PVM GmbH can be found on the Südring road in Bielefeld, Germany, just behind the Swedish furniture store. As a large supplier of medical equipment, the company supplies care aids to thousands of people in Bielefeld and its environs and offers a range of additional support services. Accompanied by Managing Director Markus Wendler, we took a tour of the showroom and warehouse, where dozens of Burmeier beds have already been carefully prepared and await their next deployment. We then spoke to Mr Wendler about his work, his plans and his vision for the future.
Mr Wendler, please introduce yourself.
Together with my colleague Ilja Skora, I am Managing Director of PVM GmbH in Bielefeld. PVM stands for “Patienten Versorgung Management” [patient care aid supply management]. I started out in 1986 by training as an orthopaedic technician here in Bielefeld. So, I’ve been firmly anchored in health care in the Eastern Westphalia region for more than 30 years. Five years later, I moved to another medical equipment retailer and built up a new branch. I’ve been working with Ilja Skora since this time, with him on the operational and me on the sales side. In 2001, we started our own business: PVM. The name “Patienten Versorgung Management” sets out our philosophy: We don’t want to simply deliver a bed and a wheelchair to the patient; we also want to help him deal with the formalities beforehand and with the subsequent long-term support issues. If an elderly person moves out of hospital to be cared for at home, for example, we offer help with discharge management to all those concerned. We always keep in contact with relatives, GPs, care services and care homes. We’ve built up an extensive and robust network in Bielefeld. This will become even more important as the care sector crisis pushes us further into shortage management. The social services already have to phone as many as 10 care service providers to organise the care of one person.
How can you and PVM help in this situation?
We help to balance out the shortage of care staff to a certain extent by providing technically optimised care equipment in the apartments. Many care services now refuse to take on more complex responsibilities if the resident doesn’t have a height-adjustable care bed or a bath lift. The personnel would otherwise be unable to undertake the work without damaging their own health. For us, it’s important that our services are there when they’re needed. When PVM is involved, carers can rely on having the necessary structures in place.
Which Burmeier products do you work with?
We have care beds and bed inserts from the Dali, Economic and Lippe ranges: amounting to around 2,200 items in total. At the moment, there are 40 beds in the warehouse that are awaiting their next deployment. All of the other beds are with people in need of care, within a radius of approximately 50 km around Bielefeld. We used to cover a larger area, but have completely withdrawn from this. I’d rather go into depth in the core area than cover a greater distance more superficially. Even the route to Dortmund along the A2 motorway could be risky where tight schedules are concerned. The demand – and the problems – are large enough in Eastern Westphalia with its population of 1.2 million. We’ve been working with Burmeier beds for decades. They’re notable for their robustness and long service life. The fact that your company is geographically close is also an advantage. The Burmeier lorry with new beds drives by here every two weeks. I also have a strong affinity with your staff when it comes to care policies – and we’ve already fought a few battles together.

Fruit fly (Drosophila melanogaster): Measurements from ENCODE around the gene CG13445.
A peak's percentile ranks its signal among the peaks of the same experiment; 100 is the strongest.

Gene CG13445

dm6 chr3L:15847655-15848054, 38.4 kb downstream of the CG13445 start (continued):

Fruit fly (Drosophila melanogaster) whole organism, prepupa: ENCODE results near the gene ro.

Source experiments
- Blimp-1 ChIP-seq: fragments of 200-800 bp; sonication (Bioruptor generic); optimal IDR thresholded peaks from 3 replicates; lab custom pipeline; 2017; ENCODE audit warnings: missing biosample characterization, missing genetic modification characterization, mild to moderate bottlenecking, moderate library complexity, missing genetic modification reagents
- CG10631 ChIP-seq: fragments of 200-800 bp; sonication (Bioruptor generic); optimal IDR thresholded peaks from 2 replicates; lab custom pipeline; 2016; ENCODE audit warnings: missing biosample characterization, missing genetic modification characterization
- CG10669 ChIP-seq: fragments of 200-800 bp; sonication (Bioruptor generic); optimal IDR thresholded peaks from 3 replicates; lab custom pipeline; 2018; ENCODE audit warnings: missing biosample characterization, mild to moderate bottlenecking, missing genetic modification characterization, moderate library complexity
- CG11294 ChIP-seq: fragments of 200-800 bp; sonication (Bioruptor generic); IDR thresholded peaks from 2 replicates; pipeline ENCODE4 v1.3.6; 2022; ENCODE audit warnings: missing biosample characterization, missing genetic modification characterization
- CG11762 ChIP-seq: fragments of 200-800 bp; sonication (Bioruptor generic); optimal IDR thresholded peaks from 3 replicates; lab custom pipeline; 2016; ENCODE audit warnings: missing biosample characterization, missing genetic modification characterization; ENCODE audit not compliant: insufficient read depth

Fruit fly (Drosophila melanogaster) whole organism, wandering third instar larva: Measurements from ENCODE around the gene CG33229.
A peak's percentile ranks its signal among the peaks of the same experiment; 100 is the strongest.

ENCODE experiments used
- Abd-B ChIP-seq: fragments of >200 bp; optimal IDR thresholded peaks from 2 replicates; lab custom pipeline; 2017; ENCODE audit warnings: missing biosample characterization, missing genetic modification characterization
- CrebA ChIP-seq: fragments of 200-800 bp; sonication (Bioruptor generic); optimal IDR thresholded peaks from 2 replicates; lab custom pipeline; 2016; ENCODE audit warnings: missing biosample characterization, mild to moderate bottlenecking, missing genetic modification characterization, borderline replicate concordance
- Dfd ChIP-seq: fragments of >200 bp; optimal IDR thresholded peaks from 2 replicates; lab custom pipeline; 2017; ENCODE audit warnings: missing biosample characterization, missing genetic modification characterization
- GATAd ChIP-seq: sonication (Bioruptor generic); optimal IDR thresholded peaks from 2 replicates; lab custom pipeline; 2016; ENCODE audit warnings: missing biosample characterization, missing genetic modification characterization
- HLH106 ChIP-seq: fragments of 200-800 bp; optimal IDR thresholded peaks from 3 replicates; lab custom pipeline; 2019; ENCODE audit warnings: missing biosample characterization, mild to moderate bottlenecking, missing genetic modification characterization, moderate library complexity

Do you have any requests of Burmeier?
The new Dali, which we are currently testing in the field, is already very promising – due to its click-system safety sides, for example. Naturally, everything has to be digital and smart these days, but often the issue of simple handling for users and installers is forgotten. With the Dali, this seems to have been very successfully covered. We have five customer service technicians who usually travel alone and will find that their load is lightened by the Easy-Click system. The euphoria regarding apps and digital assistance systems, on the other hand, will take a bit of time. All too often today, the 75-year-old wife is caring for her 85-year-old husband, and they are not always familiar with smartphones. This topic is still important for the future, though. When it comes to digital aids, we would like to be able to assess the condition of the beds that are out in the field without leaving our headquarters. If a customer calls and says: “The bed doesn’t move any more”, the first thing we have to ask is whether the plug is plugged in or if the socket is connected up to the power supply. If we were able to “call up” the bed, this would be a great help. We’re discussing this with Burmeier at present.
What projects do you have lined up for the future?
We’re currently working on setting up care consultation. The billing of services, either via the health insurance or care insurance, is so complicated that many people fail to understand it. If an elderly person falls but is then discharged from hospital after just a few days, the relatives have to arrange all these things very spontaneously. Municipal advisory services are often too slow and difficult to reach, particularly for older people. This is why we are currently working on offering our customers such an advisory service. We visit them at home and talk to them so that we can support them in the best way possible in these often difficult hours.
Thank you very much for talking to us.